The article also says:

People tend to use passwords that are easy to remember and therefore easy to compromise.

The cause of the problem is systems that go to the extremes of allowing trivial passwords or enforcing complicated rules that force people to write down their passwords.

This again is totally avoidable.

XKCD

Microsoft's Windows 10 system for example requires a mixture of digits, upper and lower case, and special characters. The result is of course very difficult to remember, and often ends up on a piece of paper under the keyboard. They do offer a solution though: if one can't remember the password, a secret 4-digit emergency PIN can be used instead. (Read that last statement again and think about it.)

The BBC article isn't saying that passwords are inherently bad, but that there are other methods that aren't as easy to implement badly.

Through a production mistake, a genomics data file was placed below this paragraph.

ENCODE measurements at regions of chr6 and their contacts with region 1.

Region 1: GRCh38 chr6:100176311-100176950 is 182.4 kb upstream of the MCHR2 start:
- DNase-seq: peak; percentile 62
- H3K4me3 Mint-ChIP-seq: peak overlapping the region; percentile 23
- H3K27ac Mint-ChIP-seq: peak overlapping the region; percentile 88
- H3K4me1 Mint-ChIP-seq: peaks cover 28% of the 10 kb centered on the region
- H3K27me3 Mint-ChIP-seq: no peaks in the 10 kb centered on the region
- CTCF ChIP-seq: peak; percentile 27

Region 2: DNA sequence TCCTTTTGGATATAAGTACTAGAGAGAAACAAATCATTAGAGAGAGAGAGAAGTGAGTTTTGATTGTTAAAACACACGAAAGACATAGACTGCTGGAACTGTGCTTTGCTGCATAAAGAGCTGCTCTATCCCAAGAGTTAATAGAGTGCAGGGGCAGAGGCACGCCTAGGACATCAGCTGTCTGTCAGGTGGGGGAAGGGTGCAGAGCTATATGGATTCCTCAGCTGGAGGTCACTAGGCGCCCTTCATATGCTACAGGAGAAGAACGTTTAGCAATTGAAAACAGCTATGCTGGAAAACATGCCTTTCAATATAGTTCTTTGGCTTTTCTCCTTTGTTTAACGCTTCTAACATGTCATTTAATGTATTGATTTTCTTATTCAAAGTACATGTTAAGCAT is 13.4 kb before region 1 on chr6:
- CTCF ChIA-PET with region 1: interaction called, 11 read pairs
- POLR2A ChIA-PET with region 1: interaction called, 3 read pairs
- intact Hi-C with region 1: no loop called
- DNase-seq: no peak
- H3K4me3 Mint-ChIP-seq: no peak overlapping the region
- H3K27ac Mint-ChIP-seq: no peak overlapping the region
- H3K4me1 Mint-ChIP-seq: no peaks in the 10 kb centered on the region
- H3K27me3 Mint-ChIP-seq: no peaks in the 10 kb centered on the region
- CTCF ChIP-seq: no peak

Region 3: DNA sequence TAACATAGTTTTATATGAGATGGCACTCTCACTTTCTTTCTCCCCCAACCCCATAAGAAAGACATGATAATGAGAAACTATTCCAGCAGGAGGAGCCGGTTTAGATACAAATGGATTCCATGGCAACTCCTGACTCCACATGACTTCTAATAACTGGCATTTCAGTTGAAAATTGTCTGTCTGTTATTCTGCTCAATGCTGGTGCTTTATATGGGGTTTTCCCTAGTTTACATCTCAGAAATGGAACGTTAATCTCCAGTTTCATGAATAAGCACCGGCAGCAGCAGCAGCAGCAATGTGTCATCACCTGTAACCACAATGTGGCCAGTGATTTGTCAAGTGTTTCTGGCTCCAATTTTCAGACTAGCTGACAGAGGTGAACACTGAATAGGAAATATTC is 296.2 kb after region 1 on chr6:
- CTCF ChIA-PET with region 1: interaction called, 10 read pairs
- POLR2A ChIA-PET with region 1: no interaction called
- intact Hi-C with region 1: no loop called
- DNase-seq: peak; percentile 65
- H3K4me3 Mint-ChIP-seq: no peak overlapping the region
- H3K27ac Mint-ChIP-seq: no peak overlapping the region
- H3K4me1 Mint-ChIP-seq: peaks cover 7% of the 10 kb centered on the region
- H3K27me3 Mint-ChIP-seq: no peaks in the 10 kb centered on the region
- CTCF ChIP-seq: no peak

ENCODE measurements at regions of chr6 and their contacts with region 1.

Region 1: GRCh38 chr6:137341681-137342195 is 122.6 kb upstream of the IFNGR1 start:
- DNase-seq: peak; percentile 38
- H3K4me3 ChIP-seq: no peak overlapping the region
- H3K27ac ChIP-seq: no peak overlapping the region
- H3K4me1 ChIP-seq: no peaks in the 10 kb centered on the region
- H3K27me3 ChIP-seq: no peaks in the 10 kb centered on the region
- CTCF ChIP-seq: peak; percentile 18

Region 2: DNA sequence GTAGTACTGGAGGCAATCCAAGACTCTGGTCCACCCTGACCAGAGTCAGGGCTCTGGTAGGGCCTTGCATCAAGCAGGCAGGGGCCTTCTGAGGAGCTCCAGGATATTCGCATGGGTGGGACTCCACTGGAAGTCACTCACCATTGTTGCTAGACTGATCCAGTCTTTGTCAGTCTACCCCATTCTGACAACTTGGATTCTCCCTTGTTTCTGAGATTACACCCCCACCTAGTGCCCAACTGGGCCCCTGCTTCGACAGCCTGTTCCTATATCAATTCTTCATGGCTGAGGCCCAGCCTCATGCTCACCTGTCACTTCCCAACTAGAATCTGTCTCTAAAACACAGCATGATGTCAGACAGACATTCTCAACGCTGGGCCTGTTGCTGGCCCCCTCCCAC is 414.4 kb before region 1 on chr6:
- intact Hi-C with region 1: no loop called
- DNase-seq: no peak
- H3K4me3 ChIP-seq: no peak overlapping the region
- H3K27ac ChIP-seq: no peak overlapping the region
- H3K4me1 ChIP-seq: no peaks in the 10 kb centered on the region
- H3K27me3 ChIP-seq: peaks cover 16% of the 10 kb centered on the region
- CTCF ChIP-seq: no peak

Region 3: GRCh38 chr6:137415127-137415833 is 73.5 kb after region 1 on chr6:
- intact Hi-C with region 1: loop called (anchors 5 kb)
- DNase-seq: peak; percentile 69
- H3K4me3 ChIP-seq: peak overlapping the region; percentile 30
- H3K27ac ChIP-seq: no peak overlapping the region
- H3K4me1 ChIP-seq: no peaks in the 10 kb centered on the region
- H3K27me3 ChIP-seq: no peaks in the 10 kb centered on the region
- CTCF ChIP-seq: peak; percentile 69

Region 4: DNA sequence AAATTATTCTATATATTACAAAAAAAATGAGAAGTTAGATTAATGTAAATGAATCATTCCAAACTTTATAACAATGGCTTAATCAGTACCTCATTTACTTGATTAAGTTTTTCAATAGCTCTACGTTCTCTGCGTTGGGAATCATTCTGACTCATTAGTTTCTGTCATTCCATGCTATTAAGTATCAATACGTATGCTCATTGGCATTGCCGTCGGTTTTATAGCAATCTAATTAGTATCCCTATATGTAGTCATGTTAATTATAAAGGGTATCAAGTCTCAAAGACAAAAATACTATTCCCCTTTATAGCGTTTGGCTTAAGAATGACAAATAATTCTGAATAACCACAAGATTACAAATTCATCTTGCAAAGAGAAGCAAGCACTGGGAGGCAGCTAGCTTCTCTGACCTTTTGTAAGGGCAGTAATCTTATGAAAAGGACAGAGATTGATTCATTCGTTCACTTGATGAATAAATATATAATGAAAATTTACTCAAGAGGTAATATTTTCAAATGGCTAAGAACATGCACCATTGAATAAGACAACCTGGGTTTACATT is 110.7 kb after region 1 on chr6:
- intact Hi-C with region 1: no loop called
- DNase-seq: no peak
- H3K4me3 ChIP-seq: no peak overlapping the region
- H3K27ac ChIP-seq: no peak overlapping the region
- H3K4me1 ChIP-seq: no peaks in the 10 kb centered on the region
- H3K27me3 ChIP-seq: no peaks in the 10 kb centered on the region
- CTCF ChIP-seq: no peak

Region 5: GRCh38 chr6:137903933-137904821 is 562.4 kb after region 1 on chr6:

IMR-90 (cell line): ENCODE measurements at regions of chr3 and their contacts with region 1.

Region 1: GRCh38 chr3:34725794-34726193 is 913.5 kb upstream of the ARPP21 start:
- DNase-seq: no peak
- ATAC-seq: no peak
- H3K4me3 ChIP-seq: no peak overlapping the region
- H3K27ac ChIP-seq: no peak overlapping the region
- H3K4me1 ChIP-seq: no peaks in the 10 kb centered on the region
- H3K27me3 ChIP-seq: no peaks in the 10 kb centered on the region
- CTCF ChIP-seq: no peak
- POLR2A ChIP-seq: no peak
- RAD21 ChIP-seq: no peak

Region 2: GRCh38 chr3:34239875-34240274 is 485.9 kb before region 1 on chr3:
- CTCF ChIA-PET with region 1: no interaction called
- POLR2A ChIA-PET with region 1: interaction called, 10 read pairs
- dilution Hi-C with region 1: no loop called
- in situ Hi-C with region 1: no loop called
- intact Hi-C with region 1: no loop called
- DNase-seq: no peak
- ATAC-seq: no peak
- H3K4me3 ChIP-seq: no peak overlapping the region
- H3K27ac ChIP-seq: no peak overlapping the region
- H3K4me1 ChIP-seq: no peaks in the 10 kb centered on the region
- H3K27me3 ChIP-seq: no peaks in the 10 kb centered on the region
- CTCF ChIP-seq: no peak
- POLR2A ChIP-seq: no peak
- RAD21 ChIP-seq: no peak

The article itself though is slanted by getting its facts from a representative of a company that sells biometric identification technology (e.g. fingerprints). Their company would benefit greatly from the elimination of text passwords.

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    wrong. You need to store passwords, what you should never do is store them in a format that's human readable, or even a format that can be decrypted. – jwenting Dec 2 '19 at 6:05